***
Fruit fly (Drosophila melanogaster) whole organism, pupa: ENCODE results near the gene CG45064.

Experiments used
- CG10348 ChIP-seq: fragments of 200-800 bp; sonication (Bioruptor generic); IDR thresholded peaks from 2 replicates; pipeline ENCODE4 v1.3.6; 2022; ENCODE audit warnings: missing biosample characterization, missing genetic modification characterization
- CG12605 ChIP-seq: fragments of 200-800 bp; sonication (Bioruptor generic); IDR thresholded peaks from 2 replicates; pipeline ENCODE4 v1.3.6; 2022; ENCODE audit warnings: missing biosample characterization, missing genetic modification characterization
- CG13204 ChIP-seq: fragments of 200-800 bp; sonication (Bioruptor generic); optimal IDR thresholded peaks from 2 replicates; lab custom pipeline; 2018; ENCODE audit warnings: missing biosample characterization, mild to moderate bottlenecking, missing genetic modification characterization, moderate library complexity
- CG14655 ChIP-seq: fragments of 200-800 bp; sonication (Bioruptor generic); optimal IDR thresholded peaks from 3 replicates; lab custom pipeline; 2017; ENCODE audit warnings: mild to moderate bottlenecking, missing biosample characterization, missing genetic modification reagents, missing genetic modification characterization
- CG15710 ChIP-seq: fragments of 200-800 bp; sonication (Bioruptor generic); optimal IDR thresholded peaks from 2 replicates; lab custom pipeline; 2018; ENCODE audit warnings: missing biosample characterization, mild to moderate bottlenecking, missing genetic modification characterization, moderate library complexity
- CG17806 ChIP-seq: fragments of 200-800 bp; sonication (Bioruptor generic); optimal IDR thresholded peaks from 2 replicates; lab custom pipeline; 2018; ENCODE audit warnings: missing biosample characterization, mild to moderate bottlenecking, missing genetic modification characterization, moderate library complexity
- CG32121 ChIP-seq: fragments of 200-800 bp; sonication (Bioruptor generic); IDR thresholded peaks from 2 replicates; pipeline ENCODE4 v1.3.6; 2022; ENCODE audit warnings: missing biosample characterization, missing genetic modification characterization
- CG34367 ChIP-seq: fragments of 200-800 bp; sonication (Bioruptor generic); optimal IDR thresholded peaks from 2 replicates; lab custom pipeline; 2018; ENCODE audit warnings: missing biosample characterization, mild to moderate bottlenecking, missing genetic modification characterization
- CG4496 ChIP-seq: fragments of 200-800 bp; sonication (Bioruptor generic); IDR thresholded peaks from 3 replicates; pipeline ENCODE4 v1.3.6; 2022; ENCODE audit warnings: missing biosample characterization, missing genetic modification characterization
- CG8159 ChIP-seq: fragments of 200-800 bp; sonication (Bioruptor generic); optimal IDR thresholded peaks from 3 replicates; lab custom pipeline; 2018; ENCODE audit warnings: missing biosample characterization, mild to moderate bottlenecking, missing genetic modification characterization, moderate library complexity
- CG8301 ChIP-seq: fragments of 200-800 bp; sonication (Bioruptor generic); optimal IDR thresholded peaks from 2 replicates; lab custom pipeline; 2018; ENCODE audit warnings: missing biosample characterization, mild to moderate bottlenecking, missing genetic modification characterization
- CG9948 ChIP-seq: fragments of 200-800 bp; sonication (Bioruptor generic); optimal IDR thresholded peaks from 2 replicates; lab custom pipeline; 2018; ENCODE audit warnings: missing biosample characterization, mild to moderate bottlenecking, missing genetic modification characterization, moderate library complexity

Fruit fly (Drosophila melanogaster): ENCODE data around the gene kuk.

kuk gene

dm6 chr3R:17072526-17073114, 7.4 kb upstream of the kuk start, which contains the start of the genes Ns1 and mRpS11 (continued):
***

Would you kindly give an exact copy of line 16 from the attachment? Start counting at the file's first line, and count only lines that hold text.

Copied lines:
kuk gene